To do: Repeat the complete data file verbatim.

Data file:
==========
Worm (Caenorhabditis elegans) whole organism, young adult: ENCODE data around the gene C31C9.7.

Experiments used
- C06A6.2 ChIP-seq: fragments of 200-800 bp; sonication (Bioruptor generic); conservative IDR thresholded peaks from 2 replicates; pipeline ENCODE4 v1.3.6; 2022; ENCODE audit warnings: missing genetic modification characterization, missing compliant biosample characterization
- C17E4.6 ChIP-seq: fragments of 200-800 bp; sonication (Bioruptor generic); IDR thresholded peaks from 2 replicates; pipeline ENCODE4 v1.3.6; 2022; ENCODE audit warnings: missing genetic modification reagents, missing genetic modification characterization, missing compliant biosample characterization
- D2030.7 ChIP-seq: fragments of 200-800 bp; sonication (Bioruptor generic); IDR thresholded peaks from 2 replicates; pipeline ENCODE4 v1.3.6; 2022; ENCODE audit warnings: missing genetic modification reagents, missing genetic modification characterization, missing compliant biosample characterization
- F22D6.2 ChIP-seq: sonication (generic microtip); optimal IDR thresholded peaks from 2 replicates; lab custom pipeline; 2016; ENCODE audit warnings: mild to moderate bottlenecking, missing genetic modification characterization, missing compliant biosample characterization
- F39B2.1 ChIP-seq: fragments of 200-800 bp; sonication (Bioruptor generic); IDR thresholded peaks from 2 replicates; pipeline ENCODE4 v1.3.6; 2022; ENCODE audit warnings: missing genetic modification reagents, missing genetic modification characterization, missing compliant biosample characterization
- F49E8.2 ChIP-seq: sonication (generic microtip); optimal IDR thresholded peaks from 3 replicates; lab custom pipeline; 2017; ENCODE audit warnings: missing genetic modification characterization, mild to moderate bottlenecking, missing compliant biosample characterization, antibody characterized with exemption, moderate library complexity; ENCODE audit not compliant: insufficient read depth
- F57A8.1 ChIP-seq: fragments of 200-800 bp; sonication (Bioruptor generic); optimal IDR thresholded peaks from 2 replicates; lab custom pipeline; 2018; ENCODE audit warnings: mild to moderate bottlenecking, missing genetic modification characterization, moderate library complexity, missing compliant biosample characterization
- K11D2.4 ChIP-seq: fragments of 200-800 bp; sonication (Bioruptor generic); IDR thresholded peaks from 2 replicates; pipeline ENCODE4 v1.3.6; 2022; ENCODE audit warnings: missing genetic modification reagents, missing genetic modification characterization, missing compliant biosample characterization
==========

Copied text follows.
Worm (Caenorhabditis elegans) whole organism, young adult: ENCODE data around the gene C31C9.7.

Experiments used
- C06A6.2 ChIP-seq: fragments of 200-800 bp; sonication (Bioruptor generic); conservative IDR thresholded peaks from 2 replicates; pipeline ENCODE4 v1.3.6; 2022; ENCODE audit warnings: missing genetic modification characterization, missing compliant biosample characterization
- C17E4.6 ChIP-seq: fragments of 200-800 bp; sonication (Bioruptor generic); IDR thresholded peaks from 2 replicates; pipeline ENCODE4 v1.3.6; 2022; ENCODE audit warnings: missing genetic modification reagents, missing genetic modification characterization, missing compliant biosample characterization
- D2030.7 ChIP-seq: fragments of 200-800 bp; sonication (Bioruptor generic); IDR thresholded peaks from 2 replicates; pipeline ENCODE4 v1.3.6; 2022; ENCODE audit warnings: missing genetic modification reagents, missing genetic modification characterization, missing compliant biosample characterization
- F22D6.2 ChIP-seq: sonication (generic microtip); optimal IDR thresholded peaks from 2 replicates; lab custom pipeline; 2016; ENCODE audit warnings: mild to moderate bottlenecking, missing genetic modification characterization, missing compliant biosample characterization
- F39B2.1 ChIP-seq: fragments of 200-800 bp; sonication (Bioruptor generic); IDR thresholded peaks from 2 replicates; pipeline ENCODE4 v1.3.6; 2022; ENCODE audit warnings: missing genetic modification reagents, missing genetic modification characterization, missing compliant biosample characterization
- F49E8.2 ChIP-seq: sonication (generic microtip); optimal IDR thresholded peaks from 3 replicates; lab custom pipeline; 2017; ENCODE audit warnings: missing genetic modification characterization, mild to moderate bottlenecking, missing compliant biosample characterization, antibody characterized with exemption, moderate library complexity; ENCODE audit not compliant: insufficient read depth
- F57A8.1 ChIP-seq: fragments of 200-800 bp; sonication (Bioruptor generic); optimal IDR thresholded peaks from 2 replicates; lab custom pipeline; 2018; ENCODE audit warnings: mild to moderate bottlenecking, missing genetic modification characterization, moderate library complexity, missing compliant biosample characterization
- K11D2.4 ChIP-seq: fragments of 200-800 bp; sonication (Bioruptor generic); IDR thresholded peaks from 2 replicates; pipeline ENCODE4 v1.3.6; 2022; ENCODE audit warnings: missing genetic modification reagents, missing genetic modification characterization, missing compliant biosample characterization